<strong>2022</strong>.237<br />

PRINTS AND<br />

DRAWINGS<br />

GIFTS<br />

Gifts of Kay Bearman:<br />

Frank Stella, American, born 1936<br />

The Green Hornet Goes to L.A., 1962<br />

Colored pencil and graphite on wove<br />

paper in painted artist’s frame<br />

In memory of Henry Geldzahler<br />

2021.186<br />

Frank Stella, American, born 1936<br />

Sketch for unpublished print [Over the<br />

Wave], 1966<br />

Black fiber-tipped pen with graphite on<br />

wove graph paper<br />

2021.187<br />

Frank Stella, American, born 1936<br />

Printed by Kenneth Tyler, Octavio Pereira,<br />

Robert de la Rocha, and James Webb<br />

Published by Gemini G.E.L., Los Angeles<br />

Star of Persia II, from the series Star of<br />

Persia, 1967<br />

Lithograph in colors on wove paper,<br />

from the edition of 92<br />

2021.188<br />

Frank Stella, American, born 1936<br />

Sketch for Abra, 1967<br />

Colored fiber-tipped pen with graphite on<br />

wove graph paper<br />

2021.189<br />

89


ACCESSIONS | Prints and Drawings<br />

Frank Stella, American, born 1936<br />

Sketch for Odelsk, c. 1970<br />

Cut-and-pasted color wove paper, oil<br />

pastel, fiber-tipped pen, and graphite on<br />

color wove paper<br />

2021.190<br />

Frank Stella, American, born 1936<br />

Printed by Valerie Pedlar and Bill Law<br />

Published by Propyläen-Verlag, Berlin,<br />

and Pantheon Presse, S.A., Agno,<br />

Switzerland<br />

Sidi Ifni, 1973<br />

Offset lithograph in colors on wove paper,<br />

artist’s proof 3/15<br />

2021.191<br />

Frank Stella, American, born 1936<br />

Union, from the series<br />

Eccentric Polygons, 1973<br />

Lithograph in colors and screenprint<br />

in colors on wove paper, trial proof<br />

2021.192<br />

Frank Stella, American, born 1936<br />

Published by Tyler Graphics Ltd.,<br />

Bedford Village, NY<br />

Lunna Wola (V), 1975<br />

Cotton-pulp relief with dyes and dry<br />

pigments, from the edition of 26<br />

2021.193<br />

Jasper Johns, American, born 1930<br />

Published by Universal Limited Art<br />

Editions, Bay Shore, New York<br />

Target, 1967<br />

Lithograph in colors on wove paper,<br />

artist’s proof 5/5<br />

2021.194<br />

Jasper Johns, American, born 1930<br />

Published by Tanglewood Press, Inc.,<br />

New York<br />

The Critic Sees, from the series Ten from<br />

Leo Castelli, 1967<br />

Collage of screenprint on acetate, textile,<br />

and cut-and-pasted embossment on wove<br />

paper, artist’s proof, aside from the edition<br />

of 200<br />

2021.195<br />

Jasper Johns, American, born 1930<br />

Printed by Jasper Johns for the benefit of<br />

Merce Cunningham Dance Company and<br />

Aetna Silkscreen, Inc.<br />

Target with Four Faces, 1968<br />

Screenprint in seven colors on wove<br />

paper, artist’s proof 10/10<br />

2021.196<br />

Jasper Johns, American, born 1930<br />

Published by Gemini G.E.L., Los Angeles<br />

Number 7, 1968<br />

Lithograph in colors on wove paper,<br />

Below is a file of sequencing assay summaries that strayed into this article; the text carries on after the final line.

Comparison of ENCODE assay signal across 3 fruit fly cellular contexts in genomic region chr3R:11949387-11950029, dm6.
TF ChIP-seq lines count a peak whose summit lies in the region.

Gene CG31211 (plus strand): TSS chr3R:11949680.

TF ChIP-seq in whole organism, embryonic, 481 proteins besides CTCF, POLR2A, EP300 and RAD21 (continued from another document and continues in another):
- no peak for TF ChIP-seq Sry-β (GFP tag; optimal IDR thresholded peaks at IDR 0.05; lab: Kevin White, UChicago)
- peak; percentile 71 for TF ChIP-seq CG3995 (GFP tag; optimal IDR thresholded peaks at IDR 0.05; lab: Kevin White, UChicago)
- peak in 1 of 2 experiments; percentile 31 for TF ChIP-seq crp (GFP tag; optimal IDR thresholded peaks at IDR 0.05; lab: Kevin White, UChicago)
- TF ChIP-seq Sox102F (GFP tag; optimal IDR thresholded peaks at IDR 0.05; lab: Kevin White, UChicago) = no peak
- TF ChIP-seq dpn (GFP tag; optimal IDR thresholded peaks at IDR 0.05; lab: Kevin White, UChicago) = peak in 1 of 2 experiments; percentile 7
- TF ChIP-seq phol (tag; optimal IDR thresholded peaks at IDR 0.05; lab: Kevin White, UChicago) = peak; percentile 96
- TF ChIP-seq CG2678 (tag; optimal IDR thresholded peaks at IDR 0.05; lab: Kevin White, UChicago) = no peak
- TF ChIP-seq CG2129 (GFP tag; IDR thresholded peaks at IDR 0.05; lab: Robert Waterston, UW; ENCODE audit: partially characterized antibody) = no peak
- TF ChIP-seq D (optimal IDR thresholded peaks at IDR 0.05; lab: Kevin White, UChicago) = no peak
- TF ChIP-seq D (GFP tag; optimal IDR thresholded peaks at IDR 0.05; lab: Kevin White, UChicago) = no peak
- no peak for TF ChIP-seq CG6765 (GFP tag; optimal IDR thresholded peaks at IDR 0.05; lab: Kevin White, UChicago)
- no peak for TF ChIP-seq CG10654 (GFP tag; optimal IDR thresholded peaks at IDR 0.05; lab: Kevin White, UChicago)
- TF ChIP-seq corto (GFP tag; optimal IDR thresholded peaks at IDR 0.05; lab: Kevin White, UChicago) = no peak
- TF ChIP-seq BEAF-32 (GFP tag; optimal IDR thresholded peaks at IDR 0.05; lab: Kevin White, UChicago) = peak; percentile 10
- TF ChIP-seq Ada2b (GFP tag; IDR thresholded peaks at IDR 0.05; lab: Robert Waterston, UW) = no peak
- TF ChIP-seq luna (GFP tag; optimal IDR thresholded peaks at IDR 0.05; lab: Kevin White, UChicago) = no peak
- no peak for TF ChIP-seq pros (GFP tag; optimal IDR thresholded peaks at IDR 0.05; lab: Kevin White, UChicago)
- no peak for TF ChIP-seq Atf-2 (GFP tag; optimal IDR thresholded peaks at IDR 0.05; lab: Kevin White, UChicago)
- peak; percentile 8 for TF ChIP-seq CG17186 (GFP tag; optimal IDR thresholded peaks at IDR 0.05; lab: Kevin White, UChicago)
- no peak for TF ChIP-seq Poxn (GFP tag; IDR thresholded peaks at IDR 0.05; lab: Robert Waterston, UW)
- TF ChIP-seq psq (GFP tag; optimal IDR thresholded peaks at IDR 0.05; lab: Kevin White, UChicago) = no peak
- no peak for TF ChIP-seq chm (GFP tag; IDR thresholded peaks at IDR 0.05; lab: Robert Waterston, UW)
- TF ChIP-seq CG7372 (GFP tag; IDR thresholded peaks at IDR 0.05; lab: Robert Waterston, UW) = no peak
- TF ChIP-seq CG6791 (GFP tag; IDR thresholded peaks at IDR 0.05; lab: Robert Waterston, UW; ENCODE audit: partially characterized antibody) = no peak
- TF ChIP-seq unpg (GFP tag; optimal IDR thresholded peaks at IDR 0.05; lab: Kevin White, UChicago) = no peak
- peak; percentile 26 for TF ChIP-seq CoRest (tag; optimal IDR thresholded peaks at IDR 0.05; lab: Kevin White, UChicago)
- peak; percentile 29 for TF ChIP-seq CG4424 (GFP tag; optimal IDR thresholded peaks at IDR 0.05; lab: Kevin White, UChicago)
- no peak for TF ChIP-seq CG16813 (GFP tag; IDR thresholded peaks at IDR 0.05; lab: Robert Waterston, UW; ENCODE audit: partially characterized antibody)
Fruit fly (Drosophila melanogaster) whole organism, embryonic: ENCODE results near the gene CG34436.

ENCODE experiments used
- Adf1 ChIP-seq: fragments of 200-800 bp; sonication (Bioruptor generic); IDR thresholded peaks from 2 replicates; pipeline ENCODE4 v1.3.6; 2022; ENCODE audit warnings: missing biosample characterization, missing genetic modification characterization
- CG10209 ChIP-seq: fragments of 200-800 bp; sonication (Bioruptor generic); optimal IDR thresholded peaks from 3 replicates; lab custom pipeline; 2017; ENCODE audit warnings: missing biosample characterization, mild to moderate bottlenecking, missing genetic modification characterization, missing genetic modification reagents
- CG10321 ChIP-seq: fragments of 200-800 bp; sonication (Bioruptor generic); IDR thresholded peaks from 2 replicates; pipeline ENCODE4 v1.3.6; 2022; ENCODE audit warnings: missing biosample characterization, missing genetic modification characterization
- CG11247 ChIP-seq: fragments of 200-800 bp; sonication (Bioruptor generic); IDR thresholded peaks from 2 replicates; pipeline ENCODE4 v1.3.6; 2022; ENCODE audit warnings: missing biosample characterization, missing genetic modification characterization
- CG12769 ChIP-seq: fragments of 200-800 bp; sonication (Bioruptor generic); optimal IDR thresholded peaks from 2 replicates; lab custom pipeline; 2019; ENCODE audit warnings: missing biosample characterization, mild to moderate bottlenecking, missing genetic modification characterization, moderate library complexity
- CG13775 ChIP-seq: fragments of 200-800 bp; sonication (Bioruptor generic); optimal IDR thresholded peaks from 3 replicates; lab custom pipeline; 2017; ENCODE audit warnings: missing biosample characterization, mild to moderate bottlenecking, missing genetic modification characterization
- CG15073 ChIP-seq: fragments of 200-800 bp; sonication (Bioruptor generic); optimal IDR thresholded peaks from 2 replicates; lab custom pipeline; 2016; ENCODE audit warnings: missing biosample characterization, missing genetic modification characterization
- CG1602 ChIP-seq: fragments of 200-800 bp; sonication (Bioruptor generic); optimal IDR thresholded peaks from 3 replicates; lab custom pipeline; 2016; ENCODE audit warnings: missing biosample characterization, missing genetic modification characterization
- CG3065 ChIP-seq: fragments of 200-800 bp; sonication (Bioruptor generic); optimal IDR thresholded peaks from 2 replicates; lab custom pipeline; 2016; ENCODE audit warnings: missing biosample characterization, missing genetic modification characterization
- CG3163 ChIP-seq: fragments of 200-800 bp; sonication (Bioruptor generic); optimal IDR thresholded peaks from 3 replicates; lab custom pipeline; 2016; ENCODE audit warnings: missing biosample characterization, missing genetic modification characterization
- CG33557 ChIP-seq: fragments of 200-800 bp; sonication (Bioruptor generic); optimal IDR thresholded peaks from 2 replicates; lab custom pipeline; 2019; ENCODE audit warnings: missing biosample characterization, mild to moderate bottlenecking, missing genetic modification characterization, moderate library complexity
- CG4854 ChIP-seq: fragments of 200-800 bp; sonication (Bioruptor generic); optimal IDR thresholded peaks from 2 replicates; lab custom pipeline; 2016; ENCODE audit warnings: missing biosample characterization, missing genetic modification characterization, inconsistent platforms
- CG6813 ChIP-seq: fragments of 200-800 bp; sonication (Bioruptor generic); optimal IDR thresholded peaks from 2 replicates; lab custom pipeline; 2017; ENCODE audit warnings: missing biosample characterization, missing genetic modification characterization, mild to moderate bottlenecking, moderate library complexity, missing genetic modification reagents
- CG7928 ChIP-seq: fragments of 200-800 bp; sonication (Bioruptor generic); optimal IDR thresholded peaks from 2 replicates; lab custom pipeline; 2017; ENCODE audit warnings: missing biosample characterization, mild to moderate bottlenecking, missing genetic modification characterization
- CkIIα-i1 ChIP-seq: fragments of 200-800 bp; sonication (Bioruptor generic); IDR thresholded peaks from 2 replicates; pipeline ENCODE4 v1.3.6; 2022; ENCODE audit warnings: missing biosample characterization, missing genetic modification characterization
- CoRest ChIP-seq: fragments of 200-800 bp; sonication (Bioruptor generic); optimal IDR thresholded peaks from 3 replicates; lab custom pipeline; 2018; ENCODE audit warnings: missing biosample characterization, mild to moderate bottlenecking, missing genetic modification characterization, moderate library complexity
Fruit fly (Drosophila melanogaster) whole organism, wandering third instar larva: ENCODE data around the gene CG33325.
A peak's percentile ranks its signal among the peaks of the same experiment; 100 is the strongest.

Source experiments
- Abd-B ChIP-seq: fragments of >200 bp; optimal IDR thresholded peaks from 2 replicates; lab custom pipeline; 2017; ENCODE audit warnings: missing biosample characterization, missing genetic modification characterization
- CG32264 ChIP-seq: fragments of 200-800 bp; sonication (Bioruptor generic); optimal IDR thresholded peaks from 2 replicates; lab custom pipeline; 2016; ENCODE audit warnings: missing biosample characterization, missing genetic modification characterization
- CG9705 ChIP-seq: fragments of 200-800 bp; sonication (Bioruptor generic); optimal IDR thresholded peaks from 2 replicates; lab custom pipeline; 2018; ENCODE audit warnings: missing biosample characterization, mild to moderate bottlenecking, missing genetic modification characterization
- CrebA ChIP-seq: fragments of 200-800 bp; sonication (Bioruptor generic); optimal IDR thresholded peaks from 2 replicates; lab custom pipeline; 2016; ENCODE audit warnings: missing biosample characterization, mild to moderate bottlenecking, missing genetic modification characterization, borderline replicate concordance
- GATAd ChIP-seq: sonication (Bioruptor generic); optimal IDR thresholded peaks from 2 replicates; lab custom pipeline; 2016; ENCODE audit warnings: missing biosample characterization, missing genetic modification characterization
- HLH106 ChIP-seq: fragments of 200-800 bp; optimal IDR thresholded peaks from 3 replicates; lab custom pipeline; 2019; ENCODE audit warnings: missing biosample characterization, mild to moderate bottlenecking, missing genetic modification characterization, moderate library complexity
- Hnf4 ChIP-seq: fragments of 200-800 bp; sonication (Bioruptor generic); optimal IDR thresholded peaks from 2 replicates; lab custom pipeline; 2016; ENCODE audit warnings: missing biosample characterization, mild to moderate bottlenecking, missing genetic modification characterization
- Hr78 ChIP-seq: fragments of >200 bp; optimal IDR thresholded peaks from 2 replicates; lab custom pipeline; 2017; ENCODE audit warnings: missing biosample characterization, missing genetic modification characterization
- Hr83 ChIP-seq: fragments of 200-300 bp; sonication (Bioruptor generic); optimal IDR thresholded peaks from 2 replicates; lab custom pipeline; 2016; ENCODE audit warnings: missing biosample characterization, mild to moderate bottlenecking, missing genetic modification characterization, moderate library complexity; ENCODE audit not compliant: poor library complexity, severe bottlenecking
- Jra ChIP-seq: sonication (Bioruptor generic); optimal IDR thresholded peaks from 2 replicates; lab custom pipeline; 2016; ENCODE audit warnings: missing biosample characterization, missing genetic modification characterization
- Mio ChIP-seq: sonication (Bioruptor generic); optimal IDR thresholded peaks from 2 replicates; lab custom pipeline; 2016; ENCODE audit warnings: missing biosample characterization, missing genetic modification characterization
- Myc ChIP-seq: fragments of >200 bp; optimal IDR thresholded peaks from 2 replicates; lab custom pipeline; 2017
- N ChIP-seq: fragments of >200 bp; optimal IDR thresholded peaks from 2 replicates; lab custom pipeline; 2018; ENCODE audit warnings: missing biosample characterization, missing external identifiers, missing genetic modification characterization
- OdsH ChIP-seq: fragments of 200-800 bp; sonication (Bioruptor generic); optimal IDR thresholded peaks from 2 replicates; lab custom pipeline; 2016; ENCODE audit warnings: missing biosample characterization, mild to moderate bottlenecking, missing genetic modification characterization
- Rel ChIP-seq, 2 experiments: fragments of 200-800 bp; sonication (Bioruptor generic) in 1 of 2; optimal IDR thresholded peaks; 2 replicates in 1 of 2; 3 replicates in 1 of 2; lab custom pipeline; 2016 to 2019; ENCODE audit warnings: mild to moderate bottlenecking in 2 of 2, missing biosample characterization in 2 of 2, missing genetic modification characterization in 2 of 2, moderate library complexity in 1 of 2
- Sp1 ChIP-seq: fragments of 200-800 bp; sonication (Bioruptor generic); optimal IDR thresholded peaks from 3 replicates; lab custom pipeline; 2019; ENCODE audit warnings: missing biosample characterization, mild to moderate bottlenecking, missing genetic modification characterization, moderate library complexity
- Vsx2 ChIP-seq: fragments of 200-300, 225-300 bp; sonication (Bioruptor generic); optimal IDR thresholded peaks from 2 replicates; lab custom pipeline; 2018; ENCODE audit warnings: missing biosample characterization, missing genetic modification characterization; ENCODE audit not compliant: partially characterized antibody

edition 66/70<br />

2021.197<br />

Jasper Johns, American, born 1930<br />

Published by Gemini G.E.L., Los Angeles<br />

0 through 9, 1970<br />

Embossed lead relief with polystyrene<br />

and wood backing in aluminum frame,<br />

edition 20/60<br />

2021.198<br />

Jasper Johns, American, born 1930<br />

Published by Gemini G.E.L., Los Angeles<br />

Target, 1971<br />

Lithograph and rubber stamp with paintbrush<br />

and three watercolor pads on wove<br />

paper in a wooden box with brass hinges<br />

and clasp, artist’s proof III/VI, aside from<br />

the offset lithograph edition of 22,500<br />

2021.199<br />

Jasper Johns, American, born 1930<br />

Printed by John Lund<br />

Published by Low Road Studio,<br />

Sharon, CT<br />

Flag on Orange, 1998<br />

Etching and aquatint in colors on wove<br />

paper, artist’s proof 11/11<br />

2021.200<br />

Jasper Johns, American, born 1930<br />

Published by Universal Limited Art<br />

Editions, Bay Shore, New York<br />

Number 9, 2012<br />

Lithograph on wove paper, edition 34/40<br />

2021.201<br />

Frank Stella, American, born 1936<br />

Corona Collage 44, 2020<br />

Collage of photo-offset lithograph,<br />

letterpress, halftone print, color paper,<br />

ink stamp, and black ink on wove paper<br />

and paper board, encapsulated in thermal<br />

laminating films<br />

2021.203<br />

Bruce Conner, American, 1933–2008<br />

Untitled, 1970<br />

4 offset lithographs on wove paper,<br />

edition of 90<br />

Gifts of Fredericka Hunter and<br />

Ian Glennie<br />

2021.278–2021.281<br />

James Rizzi, American, 1950–2011<br />

[Title unknown], c. 1970<br />

Etching on wove paper, edition 2/72<br />

Gift of Eileen B. Glaser<br />

2021.398<br />

Francisco Toledo, Mexican, 1940–2019<br />

Printed by Mario Reyes and Litoarte,<br />

Mexico City<br />

Published by Avril Gráfica, Mexico City<br />

Sahagun, 1974<br />

Eight-print portfolio with etching, aquatint,<br />

drypoint, and mezzotint in colors on wove<br />

paper, edition 53/100<br />

Gift of Patricia Covo Johnson and the<br />

estate of Lucas Johnson<br />

2021.399<br />

Carroll Dunham, American, born 1949<br />

Printed and published by Universal Limited<br />

Art Editions, Bay Shore, New York<br />

Untitled, 2006<br />

14 lithographs on wove paper, printer’s<br />

proof, 4/4, aside from the edition of 5<br />

Gift of Hiram Butler, Andrew Spindler,<br />

Josh Pazda and Chris Goins in honor of<br />

Theodore J. Lee and Marc A. Sekula<br />

2021.400<br />

Curtis Gannon, American, born 1974<br />

The Trouble Next Door, 2019<br />

Acrylic on wove paper<br />

Gift of the artist in memory of<br />

Clinton T. Willour<br />

2021.401<br />

Winsor & Newton, founded London, 1832<br />

Watercolor Box, c. 1841–55<br />

Watercolor pigments, wood, and<br />

ceramic components<br />

The Stuart Collection, gift of Lowell Libson<br />

and Jonny Yarker in honor of Francita<br />